As the dust settles, reviewing the 2018 elections and taking a small peek at what comes next

Poor Rick Scott. All those tens of millions of dollars of his own money, and it might not have been enough to buy a Senate seat in Florida. Maybe just $10 million more would have done the trick.

Or maybe he will wind up winning the re-count. It is Florida, after all, where they are pretty good at screwing up recounts and getting rolled by Brooks Brothers riots. The Supreme Court may be standing by to deliver another Republican victory if it gets to their desks. Continue reading

Eight weeks to go

So the national primary election season, which stretched from March through yesterday, is finally over. New York brought up the rear. (I’ll leave it to you to decide whether or not that is a pun.)

Andrew Cuomo’s campaign went through more than $21.4 million so far in 2018 (as of August 31st) to make sure that things came out okay for him. And they did. His 31 percent margin of victory would probably have been a little bigger if he didn’t get greedy by staging a grand opening for the new $3 billion plus Mario Cuomo Tappen Zee Bridge, only to have the bridge shut down the next day for safety reasons. Continue reading

Schroeder’s analysis points to a return to a hard control board for Buffalo

Over many years, going back nearly 50, the finances of the City of Buffalo have had a whole lot of ups and downs. Years with major deficits, years with comfortable surpluses. Sometimes, though, years of surpluses can lull a municipal government into a sense of complacency.

In the most recent version of financial roller coastering, the Buffalo Fiscal Stability Authority, aka the Control Board, was created by the state in 2003 following budget difficulties magnified by the financial turmoil that followed the terrorist attacks on the country in 2001. The board was put in place in a “control” or “hard board” status right from the get-go, and immediately set about imposing serious budget controls on the City government as well as the Buffalo Board of Education, including a wage freeze that extended for several years. Continue reading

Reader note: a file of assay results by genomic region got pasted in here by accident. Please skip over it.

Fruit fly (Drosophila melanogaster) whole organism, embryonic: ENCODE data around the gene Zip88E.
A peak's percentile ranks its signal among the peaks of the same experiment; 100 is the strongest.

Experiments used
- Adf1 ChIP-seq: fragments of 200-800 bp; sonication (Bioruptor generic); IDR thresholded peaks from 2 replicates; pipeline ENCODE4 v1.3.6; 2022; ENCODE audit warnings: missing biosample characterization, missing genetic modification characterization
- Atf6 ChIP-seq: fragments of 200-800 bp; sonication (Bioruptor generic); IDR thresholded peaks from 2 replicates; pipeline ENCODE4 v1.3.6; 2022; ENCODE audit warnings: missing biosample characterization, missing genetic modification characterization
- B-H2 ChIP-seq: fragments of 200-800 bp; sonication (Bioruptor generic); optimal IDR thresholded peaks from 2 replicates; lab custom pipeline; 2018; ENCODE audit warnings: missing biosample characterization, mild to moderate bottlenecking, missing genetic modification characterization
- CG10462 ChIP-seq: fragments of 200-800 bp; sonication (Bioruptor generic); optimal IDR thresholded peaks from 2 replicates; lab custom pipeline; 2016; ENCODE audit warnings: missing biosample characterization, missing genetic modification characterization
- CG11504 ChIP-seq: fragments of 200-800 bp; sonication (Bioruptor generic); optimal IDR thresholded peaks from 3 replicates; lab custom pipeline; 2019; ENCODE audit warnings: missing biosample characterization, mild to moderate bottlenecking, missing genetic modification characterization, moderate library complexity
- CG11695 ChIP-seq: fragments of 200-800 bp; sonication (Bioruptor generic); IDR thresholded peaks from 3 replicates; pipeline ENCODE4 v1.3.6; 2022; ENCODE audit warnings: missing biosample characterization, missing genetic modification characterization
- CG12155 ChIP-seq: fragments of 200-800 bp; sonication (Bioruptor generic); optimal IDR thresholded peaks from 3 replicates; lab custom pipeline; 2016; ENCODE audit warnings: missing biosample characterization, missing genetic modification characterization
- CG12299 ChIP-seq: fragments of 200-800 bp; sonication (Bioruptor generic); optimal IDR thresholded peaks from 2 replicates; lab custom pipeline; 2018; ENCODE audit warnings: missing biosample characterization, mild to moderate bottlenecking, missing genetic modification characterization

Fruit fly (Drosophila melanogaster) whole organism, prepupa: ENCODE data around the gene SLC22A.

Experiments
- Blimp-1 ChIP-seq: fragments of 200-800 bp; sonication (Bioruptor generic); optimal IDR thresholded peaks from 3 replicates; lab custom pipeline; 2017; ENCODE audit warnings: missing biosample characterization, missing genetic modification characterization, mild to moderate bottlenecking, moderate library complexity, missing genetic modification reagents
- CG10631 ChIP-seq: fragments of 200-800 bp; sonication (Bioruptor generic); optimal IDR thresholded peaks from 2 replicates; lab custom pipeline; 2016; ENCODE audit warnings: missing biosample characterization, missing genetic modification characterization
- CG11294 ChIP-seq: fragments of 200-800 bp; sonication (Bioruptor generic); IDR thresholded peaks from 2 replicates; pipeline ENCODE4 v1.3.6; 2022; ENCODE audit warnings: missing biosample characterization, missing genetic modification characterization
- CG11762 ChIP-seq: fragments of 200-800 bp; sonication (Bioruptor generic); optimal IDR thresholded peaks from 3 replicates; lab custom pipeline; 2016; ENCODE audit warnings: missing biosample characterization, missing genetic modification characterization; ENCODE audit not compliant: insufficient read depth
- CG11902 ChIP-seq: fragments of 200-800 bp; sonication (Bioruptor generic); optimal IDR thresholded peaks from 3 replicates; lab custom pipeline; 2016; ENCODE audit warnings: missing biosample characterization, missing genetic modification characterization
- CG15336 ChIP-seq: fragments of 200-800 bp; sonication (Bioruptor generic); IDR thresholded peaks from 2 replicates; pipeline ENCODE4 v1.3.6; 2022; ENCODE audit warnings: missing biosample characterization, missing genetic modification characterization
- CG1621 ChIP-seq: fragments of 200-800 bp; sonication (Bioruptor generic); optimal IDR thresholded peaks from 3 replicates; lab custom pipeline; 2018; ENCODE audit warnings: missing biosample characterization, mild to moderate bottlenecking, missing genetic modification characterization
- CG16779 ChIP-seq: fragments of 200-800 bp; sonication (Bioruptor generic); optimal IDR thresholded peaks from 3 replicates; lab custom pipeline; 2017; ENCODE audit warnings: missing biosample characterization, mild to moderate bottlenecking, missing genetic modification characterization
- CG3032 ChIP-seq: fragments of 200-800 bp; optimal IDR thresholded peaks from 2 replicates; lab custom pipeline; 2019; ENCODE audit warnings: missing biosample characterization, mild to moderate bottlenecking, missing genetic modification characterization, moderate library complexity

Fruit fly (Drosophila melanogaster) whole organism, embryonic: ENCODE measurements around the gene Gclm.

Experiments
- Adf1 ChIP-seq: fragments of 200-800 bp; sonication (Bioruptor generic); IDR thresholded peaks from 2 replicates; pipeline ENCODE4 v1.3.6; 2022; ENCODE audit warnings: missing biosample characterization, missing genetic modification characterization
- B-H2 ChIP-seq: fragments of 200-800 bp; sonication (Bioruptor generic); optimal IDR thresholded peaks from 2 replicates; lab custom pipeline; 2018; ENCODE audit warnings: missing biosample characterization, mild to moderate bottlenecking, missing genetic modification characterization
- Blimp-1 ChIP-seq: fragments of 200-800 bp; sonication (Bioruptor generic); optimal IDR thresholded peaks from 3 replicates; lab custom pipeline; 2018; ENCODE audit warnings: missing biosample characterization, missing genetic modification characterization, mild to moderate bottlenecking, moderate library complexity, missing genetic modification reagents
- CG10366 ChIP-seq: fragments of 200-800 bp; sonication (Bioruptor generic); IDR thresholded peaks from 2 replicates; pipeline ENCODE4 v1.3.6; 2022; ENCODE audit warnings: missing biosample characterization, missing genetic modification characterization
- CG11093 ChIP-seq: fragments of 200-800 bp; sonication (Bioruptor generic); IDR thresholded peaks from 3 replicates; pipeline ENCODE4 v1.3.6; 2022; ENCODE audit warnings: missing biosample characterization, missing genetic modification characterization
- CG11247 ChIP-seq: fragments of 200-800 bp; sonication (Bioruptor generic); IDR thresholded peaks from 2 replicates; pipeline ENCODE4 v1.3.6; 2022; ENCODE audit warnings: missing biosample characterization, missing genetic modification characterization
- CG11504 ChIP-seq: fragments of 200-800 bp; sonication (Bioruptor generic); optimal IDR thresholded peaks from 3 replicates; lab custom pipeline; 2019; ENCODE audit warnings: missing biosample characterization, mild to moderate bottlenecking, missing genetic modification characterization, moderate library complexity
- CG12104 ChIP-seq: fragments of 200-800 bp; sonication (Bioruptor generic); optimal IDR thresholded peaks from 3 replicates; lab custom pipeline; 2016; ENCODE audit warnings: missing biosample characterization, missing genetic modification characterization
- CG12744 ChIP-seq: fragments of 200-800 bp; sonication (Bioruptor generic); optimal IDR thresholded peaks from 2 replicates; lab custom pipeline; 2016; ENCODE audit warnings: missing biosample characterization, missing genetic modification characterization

Emails from Elizabeth and Devin; some observations and heard-on-the-streets

We all get on a variety of email listservs over time. We might sign up for some of them, but many are just a waste of time.

If you’re in to following politics the emails can turn into a flood. From the various media outlets there are dozens of newsletters. Very few of them write original content. Most are aggregators of news and opinion pieces from other sources, and they generally overlap with one another. If you read one of the sites you can probably pass on reading 90 percent of the others available daily. Continue reading

The collateral damage of Wilson’s withdrawal from the gubernatorial race; if you’re explaining, you’re losing; a chance to have a say about Buffalo’s next budget

Farewell, Harry, we hardly knew ‘ya

Last week’s news that Republican businessman Harry Wilson will pass on the opportunity to run for governor certainly has serious consequences for the Republican Party. State Chairman Ed Cox convened a meeting of party leaders on Monday in Albany to interview the remaining potential GOP nominees: former Erie County Executive Joel Giambra; Assembly Minority Leader Brian Kolb; and State Senator John DeFrancisco. Aside from the interviews, the party is trying to figure out where it is going. The New York Daily News story about the meeting made use of such words as “panic,” “desperate,” and “depressing.” Continue reading